Toyota puts it up to rivals as its 'banking arm' to open here
The Toyota brand here is significantly stepping up the drive for buyers with the arrival of the marque's own 'bank'.
The decision means another major player in the automotive market will soon have its own financial service to strategise and fund vehicle purchases.
The establishment here of Toyota Financial Services (TFS), which operates in more than 30 countries, paves the way for the Irish franchise to compete on similar ground with three manufacturer-owned banks already established in the market.
They are Volkswagen, Renault and BMW.
And that trio have financed auto deals worth nearly €3.5bn between them to date.
Volkswagen Bank has loaned €1.8bn to Irish motorists since 2008.
Meantime BMW has facilitated deals here worth more than €1bn (€1,014,575,556) since January 2011.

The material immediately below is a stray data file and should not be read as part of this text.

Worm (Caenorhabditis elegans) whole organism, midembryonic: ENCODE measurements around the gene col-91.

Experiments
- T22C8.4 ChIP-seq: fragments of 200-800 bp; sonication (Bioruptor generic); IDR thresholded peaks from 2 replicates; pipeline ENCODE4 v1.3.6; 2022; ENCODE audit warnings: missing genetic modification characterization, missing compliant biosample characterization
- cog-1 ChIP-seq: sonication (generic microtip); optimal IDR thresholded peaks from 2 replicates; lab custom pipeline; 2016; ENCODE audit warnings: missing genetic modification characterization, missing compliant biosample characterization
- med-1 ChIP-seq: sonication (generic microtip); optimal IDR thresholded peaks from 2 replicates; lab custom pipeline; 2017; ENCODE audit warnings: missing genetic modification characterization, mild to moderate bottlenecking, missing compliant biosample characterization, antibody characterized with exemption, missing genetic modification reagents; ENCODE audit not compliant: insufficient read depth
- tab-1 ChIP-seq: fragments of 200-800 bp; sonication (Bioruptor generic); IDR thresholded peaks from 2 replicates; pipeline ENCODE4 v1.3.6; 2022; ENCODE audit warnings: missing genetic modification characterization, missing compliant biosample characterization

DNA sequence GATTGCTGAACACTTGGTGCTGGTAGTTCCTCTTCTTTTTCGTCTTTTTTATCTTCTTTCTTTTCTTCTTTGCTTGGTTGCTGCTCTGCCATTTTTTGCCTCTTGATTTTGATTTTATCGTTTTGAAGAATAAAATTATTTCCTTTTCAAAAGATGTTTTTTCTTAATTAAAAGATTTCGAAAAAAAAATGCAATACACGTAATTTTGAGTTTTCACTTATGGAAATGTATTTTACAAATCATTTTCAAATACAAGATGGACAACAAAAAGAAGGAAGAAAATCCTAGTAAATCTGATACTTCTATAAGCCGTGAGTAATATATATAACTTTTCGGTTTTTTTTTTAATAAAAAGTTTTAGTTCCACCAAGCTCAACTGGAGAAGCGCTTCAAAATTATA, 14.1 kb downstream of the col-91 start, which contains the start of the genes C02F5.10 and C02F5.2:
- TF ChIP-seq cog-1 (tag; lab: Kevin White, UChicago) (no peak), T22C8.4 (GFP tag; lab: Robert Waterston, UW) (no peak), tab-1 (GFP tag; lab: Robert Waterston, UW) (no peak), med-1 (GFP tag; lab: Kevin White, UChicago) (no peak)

And the Renault/ Dacia Bank has funded €630m for transactions since its inception in Ireland.
These companies have also helped lead the way in the provision of personal contract plans (PCPs) in particular.
PCPS have, it is generally recognised, helped boost new car registrations for some years.
Now Toyota's financial arm, as revealed in the Irish Independent's Business section on Monday, will enter the fray.
Prior to this, the distributor here used the Bank of Ireland facility.
It is understood the decision was met with disappointment by the bank.
But the company obviously sees benefit in providing car finance directly to customers.
Volkswagen, for example, have their APR rates pitched strongly in favour of top-spec Highline spec/trim levels.
It means they can sell more expensive cars but with lower interest rates the overall cost only adds hundreds to the deposit while maintaining monthly repayments at the same levels as lower-spec models. Result? They are selling lots more Highline models.
Now Toyota's decision will add further edge to the increasingly competitive finance market. And, as you'd expect, it has already sparked speculation within some sections of the industry on what the next move will be.